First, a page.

Left: Boulder's ambitious Broadway Street and Bridge Reconstruction Project—which included building a storm sewer under existing utilities—only minimally disrupted traffic. Above: The Boulder Creek Path pedestrian thoroughfare runs under the newly constructed Broadway Bridge. Photos: Boulder, Colo., Public Works Department
The gospel according to the MUTCD

How to use this comprehensive manual to redesign a roadway or intersection.

IDOT's Eric Harm refers to the Manual on Uniform Traffic Control Devices (MUTCD) as the “Bible of traffic control.” The document is the Federal Highway Administration standard for traffic control devices on U.S. streets and highways. Its 10 sections cover signs, pavement markings, highway traffic signals, and traffic control devices for low-volume roads.

Part 6, Temporary Traffic Control, describes traffic control devices and methods for use during construction. Agencies and contractors refer to this section to write traffic control plans, which are included in the bid documents and implemented by the winning contractor.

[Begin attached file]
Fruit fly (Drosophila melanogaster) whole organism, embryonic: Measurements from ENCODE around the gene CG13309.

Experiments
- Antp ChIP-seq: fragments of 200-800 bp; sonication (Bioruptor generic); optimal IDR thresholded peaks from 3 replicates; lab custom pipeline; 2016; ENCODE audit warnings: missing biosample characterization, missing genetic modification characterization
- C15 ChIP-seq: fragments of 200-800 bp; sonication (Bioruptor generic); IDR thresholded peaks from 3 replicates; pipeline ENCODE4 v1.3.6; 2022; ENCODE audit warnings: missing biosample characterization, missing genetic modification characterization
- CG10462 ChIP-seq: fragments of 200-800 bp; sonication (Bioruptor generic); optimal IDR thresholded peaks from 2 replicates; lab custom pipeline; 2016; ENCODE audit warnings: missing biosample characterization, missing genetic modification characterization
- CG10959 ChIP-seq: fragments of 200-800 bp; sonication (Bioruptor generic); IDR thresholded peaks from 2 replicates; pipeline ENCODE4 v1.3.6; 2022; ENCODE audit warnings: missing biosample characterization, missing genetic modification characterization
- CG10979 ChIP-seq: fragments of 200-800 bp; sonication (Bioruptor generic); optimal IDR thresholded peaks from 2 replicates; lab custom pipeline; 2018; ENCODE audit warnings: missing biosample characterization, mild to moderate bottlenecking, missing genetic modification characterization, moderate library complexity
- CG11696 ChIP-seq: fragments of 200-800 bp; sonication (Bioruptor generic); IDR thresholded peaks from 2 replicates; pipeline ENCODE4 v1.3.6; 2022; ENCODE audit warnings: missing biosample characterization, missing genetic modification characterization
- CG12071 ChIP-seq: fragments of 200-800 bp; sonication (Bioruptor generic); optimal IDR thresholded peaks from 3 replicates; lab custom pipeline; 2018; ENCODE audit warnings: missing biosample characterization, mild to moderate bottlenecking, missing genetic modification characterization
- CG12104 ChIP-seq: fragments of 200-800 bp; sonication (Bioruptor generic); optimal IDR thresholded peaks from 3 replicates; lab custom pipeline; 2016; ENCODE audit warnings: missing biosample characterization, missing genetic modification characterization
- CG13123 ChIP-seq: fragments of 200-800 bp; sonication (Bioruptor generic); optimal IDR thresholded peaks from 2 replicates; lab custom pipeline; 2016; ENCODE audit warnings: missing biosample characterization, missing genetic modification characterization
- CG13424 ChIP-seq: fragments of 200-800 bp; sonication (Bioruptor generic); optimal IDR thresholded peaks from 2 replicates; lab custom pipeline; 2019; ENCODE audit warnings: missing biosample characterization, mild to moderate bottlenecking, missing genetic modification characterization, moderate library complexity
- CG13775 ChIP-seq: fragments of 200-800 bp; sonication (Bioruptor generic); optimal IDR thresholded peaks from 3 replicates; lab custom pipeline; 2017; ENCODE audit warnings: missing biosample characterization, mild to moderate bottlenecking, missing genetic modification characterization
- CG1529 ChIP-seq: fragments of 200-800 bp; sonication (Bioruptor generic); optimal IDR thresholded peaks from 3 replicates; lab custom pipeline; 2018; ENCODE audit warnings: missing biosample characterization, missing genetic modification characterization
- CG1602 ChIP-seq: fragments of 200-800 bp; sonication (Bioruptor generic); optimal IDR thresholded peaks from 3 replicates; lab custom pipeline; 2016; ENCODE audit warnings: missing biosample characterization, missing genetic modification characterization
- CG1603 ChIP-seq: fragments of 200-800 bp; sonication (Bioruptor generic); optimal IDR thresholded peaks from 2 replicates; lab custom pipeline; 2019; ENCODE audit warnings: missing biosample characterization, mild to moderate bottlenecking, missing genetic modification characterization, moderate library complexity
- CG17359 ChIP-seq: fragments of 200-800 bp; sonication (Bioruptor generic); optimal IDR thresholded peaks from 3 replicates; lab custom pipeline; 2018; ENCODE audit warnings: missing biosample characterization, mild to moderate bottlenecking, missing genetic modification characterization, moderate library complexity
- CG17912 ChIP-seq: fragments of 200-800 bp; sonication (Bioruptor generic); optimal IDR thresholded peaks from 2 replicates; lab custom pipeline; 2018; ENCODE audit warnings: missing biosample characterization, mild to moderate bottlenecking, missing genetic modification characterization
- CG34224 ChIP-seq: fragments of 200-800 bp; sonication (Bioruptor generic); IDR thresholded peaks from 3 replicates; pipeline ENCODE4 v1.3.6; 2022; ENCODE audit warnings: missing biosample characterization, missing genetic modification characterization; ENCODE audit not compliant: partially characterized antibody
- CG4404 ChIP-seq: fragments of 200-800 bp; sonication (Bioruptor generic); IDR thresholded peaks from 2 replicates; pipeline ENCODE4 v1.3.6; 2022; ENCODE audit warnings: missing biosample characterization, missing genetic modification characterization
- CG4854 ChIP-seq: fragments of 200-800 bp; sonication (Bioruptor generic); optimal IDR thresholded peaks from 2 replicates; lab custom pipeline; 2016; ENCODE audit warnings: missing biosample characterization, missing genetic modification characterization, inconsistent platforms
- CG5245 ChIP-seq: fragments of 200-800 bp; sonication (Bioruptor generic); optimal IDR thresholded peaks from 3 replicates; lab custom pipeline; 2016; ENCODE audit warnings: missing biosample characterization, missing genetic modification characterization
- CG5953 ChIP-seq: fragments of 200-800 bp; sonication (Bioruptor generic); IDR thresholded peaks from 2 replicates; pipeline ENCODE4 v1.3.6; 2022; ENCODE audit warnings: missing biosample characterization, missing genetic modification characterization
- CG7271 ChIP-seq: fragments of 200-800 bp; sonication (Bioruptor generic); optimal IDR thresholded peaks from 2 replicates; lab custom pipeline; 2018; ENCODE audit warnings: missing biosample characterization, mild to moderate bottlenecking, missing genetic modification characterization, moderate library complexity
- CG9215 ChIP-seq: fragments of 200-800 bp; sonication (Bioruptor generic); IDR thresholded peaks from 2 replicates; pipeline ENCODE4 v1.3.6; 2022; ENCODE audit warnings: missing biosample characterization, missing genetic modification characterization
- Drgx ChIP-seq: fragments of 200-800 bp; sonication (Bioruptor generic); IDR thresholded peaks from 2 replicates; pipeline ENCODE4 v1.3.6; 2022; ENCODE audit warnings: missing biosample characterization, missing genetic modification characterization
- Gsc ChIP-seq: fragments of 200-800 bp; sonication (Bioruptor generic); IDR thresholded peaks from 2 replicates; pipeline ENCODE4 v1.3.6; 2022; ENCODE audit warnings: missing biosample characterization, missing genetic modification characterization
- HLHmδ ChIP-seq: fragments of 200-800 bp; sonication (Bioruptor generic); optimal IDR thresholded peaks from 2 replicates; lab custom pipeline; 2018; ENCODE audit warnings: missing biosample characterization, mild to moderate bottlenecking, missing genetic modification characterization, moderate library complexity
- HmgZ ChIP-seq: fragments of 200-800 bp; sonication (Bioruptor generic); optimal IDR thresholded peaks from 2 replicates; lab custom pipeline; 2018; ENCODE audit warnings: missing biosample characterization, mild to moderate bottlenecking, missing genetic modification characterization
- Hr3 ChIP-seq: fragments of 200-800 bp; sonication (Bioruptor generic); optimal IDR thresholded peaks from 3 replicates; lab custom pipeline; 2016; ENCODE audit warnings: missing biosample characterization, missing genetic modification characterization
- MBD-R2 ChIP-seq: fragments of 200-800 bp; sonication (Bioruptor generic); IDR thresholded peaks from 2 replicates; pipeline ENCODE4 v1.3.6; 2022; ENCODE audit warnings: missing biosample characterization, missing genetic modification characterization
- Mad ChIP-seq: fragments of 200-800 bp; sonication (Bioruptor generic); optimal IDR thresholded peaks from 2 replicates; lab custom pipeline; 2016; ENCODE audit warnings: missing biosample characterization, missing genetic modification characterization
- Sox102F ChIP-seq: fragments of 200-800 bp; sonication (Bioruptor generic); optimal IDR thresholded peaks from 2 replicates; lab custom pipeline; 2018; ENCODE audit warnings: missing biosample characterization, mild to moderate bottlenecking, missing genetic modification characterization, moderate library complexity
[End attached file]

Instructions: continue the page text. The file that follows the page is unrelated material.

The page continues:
The MUTCD contains four types of statements:

  • Standard—required, mandatory, or specifically prohibitive practices regarding a traffic control device.
  • Guidance—recommended, but not mandatory, practices in typical situations; deviations are allowed if engineering judgment deems them appropriate. “You need to have a good reason not to do it that way,” says Ken Wood, traffic operations engineer with FHWA's Resource Center in Olympia Fields, Ill.
  • Option—permissive conditions that carry no requirement or recommendation. Options may contain allowable modifications to a Standard or Guidance. Example: “If work vehicles are on the shoulder, a SHOULDER WORK sign may be used.”
  • Support—informational only.
  • FHWA offers one-day seminars on the MUTCD. The manual is available online at Hard copies are available from the American Traffic Safety Services Association at; or from the American Association of State Highway and Transportation Officials at